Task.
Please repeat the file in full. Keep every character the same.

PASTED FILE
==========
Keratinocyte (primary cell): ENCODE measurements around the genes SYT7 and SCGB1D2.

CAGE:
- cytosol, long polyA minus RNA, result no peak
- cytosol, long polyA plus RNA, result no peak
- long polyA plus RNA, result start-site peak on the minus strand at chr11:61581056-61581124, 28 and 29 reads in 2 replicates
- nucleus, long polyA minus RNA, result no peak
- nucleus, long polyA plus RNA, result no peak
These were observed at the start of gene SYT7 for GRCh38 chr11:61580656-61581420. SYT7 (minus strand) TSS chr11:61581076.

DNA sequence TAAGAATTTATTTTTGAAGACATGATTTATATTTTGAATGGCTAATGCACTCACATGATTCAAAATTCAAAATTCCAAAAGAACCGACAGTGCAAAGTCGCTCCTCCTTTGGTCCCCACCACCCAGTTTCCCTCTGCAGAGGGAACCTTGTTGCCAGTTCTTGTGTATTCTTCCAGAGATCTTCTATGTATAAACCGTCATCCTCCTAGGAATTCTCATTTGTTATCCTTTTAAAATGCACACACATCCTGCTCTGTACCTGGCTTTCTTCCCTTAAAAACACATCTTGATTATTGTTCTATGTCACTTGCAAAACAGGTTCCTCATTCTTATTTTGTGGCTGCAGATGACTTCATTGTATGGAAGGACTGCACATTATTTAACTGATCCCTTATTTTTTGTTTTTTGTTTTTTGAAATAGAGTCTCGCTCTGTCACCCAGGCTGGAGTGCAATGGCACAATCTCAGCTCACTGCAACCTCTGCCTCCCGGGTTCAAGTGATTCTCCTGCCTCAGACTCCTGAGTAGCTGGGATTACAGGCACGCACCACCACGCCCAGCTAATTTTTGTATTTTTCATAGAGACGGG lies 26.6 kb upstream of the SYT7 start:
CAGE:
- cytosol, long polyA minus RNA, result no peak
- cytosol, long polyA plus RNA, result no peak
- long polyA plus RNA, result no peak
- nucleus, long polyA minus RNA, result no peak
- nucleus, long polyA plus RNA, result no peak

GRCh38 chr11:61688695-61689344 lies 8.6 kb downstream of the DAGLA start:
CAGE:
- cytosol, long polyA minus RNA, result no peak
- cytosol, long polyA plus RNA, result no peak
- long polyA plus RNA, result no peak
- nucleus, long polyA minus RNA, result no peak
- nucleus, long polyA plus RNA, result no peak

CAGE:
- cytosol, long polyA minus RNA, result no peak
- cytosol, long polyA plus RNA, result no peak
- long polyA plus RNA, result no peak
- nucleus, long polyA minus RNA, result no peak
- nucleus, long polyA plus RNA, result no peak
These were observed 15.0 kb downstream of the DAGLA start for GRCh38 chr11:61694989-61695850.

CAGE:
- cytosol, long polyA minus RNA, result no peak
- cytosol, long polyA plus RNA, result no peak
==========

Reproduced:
Keratinocyte (primary cell): ENCODE measurements around the genes SYT7 and SCGB1D2.

CAGE:
- cytosol, long polyA minus RNA, result no peak
- cytosol, long polyA plus RNA, result no peak
- long polyA plus RNA, result start-site peak on the minus strand at chr11:61581056-61581124, 28 and 29 reads in 2 replicates
- nucleus, long polyA minus RNA, result no peak
- nucleus, long polyA plus RNA, result no peak
These were observed at the start of gene SYT7 for GRCh38 chr11:61580656-61581420. SYT7 (minus strand) TSS chr11:61581076.

DNA sequence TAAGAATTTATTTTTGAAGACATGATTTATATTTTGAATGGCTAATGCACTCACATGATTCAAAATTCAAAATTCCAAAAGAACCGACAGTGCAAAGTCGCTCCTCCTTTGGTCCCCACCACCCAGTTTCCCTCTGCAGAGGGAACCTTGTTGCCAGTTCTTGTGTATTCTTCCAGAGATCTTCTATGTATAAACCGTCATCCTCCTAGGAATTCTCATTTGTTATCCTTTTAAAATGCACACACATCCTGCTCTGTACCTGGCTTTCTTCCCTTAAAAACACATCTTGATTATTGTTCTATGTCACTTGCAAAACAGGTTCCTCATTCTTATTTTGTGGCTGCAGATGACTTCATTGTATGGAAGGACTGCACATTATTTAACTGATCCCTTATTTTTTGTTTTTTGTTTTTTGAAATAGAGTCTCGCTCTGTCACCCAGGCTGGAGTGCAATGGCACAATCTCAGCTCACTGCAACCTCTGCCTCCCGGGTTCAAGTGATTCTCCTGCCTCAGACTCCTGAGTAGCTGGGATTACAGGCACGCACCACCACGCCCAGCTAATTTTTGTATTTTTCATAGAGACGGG lies 26.6 kb upstream of the SYT7 start:
CAGE:
- cytosol, long polyA minus RNA, result no peak
- cytosol, long polyA plus RNA, result no peak
- long polyA plus RNA, result no peak
- nucleus, long polyA minus RNA, result no peak
- nucleus, long polyA plus RNA, result no peak

GRCh38 chr11:61688695-61689344 lies 8.6 kb downstream of the DAGLA start:
CAGE:
- cytosol, long polyA minus RNA, result no peak
- cytosol, long polyA plus RNA, result no peak
- long polyA plus RNA, result no peak
- nucleus, long polyA minus RNA, result no peak
- nucleus, long polyA plus RNA, result no peak

CAGE:
- cytosol, long polyA minus RNA, result no peak
- cytosol, long polyA plus RNA, result no peak
- long polyA plus RNA, result no peak
- nucleus, long polyA minus RNA, result no peak
- nucleus, long polyA plus RNA, result no peak
These were observed 15.0 kb downstream of the DAGLA start for GRCh38 chr11:61694989-61695850.

CAGE:
- cytosol, long polyA minus RNA, result no peak
- cytosol, long polyA plus RNA, result no peak